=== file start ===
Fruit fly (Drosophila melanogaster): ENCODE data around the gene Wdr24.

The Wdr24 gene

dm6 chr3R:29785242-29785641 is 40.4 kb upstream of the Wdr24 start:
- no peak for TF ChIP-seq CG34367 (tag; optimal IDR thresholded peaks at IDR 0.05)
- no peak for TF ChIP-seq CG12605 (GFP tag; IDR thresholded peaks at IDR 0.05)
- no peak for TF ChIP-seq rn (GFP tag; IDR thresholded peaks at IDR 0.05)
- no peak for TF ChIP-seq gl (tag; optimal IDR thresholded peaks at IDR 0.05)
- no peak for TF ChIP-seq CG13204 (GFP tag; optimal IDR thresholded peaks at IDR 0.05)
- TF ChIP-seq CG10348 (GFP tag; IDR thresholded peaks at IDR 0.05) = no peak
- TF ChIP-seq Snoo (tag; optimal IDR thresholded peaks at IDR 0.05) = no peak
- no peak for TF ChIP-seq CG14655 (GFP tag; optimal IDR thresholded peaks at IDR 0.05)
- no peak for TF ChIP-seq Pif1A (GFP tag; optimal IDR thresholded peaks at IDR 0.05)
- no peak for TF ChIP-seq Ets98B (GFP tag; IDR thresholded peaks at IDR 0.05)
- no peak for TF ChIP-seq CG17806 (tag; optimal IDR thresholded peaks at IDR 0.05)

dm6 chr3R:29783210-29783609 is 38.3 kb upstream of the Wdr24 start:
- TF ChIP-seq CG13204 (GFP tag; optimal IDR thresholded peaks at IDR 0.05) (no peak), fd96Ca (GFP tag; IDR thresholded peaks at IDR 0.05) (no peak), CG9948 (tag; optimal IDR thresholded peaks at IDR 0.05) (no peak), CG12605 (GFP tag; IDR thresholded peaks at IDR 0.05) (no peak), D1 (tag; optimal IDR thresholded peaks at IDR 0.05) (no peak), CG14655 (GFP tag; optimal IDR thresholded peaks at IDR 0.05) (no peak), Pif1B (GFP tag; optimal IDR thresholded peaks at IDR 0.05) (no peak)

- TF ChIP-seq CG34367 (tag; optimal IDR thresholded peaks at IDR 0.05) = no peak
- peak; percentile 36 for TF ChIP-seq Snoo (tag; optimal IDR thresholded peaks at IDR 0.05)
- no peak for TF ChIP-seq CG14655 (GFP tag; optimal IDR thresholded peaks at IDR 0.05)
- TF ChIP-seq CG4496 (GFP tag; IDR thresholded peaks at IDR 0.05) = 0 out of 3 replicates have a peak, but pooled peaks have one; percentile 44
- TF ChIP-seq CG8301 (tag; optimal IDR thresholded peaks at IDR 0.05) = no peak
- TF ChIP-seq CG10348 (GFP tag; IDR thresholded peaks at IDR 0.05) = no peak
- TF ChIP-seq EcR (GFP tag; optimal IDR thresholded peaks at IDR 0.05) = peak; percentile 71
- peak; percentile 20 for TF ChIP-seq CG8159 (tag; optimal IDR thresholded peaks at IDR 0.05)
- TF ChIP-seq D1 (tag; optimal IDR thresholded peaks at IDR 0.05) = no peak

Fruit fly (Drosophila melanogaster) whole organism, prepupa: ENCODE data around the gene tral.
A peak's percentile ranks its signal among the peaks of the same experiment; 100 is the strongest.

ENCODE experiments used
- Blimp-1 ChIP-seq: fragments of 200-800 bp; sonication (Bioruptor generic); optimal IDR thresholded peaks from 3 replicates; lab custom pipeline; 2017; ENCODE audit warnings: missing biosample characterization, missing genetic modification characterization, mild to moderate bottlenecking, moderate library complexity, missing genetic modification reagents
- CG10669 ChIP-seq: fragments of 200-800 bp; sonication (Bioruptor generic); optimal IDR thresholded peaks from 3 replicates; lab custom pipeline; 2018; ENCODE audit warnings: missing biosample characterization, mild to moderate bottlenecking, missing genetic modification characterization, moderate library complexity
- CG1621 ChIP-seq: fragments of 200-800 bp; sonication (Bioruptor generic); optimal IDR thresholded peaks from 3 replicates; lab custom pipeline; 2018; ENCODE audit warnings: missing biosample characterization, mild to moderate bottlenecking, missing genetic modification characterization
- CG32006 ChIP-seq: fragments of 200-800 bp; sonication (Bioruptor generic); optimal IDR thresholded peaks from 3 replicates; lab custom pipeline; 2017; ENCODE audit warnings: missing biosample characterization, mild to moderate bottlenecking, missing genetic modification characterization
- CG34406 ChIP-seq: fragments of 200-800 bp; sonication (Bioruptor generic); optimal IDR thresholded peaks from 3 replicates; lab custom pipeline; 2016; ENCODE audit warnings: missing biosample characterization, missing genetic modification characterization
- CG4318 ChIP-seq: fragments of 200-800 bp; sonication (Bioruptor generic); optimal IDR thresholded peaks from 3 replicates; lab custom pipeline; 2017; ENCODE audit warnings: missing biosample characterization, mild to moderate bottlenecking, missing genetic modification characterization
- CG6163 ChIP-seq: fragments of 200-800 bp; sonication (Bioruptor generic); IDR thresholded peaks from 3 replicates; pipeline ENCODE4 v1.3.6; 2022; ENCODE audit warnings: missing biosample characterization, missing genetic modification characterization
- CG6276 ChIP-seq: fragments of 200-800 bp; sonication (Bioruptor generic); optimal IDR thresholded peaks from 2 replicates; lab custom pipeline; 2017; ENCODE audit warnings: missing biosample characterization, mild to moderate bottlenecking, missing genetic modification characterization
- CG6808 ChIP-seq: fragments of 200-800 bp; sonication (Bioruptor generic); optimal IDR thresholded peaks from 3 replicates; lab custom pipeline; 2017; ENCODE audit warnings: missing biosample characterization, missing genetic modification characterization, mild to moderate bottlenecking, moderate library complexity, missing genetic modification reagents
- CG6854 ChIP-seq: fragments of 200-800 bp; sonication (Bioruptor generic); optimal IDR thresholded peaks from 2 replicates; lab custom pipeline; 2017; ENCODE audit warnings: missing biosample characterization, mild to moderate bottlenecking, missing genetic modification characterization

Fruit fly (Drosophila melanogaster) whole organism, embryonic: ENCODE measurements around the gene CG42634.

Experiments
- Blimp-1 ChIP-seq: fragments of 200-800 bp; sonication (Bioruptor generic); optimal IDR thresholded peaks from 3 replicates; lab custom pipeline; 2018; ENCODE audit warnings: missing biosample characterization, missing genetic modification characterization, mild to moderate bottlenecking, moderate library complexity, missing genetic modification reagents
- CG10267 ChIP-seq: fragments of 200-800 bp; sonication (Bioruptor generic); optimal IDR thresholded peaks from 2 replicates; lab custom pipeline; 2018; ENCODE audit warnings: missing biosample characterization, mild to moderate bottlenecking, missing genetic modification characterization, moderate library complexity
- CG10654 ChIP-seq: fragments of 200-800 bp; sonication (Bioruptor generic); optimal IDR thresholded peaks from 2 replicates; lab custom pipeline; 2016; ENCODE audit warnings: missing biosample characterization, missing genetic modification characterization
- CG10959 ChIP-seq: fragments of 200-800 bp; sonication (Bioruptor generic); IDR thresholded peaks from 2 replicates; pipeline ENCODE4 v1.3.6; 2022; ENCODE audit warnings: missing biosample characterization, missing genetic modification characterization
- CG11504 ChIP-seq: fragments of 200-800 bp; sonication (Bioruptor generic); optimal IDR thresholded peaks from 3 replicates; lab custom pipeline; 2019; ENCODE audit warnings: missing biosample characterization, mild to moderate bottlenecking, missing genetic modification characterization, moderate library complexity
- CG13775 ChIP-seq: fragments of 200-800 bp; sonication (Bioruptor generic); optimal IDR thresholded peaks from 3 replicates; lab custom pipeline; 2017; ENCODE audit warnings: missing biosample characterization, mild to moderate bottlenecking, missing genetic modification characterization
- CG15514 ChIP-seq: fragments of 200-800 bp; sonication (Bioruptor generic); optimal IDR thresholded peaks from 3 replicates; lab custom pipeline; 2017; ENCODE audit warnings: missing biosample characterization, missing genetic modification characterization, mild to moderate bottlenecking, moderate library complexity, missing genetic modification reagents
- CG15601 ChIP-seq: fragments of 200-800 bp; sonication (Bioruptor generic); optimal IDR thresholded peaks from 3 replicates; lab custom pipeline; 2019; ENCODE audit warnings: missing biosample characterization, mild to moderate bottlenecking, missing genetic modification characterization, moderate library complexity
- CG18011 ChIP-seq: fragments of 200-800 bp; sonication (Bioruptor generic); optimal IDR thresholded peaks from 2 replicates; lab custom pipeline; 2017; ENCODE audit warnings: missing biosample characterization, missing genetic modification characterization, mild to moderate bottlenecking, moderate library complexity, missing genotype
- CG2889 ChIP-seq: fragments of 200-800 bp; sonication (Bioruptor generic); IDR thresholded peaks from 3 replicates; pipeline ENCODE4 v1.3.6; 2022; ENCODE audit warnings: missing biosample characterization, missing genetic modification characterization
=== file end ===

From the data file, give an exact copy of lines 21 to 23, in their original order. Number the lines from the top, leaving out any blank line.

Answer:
- TF ChIP-seq CG8301 (tag; optimal IDR thresholded peaks at IDR 0.05) = no peak
- TF ChIP-seq CG10348 (GFP tag; IDR thresholded peaks at IDR 0.05) = no peak
- TF ChIP-seq EcR (GFP tag; optimal IDR thresholded peaks at IDR 0.05) = peak; percentile 71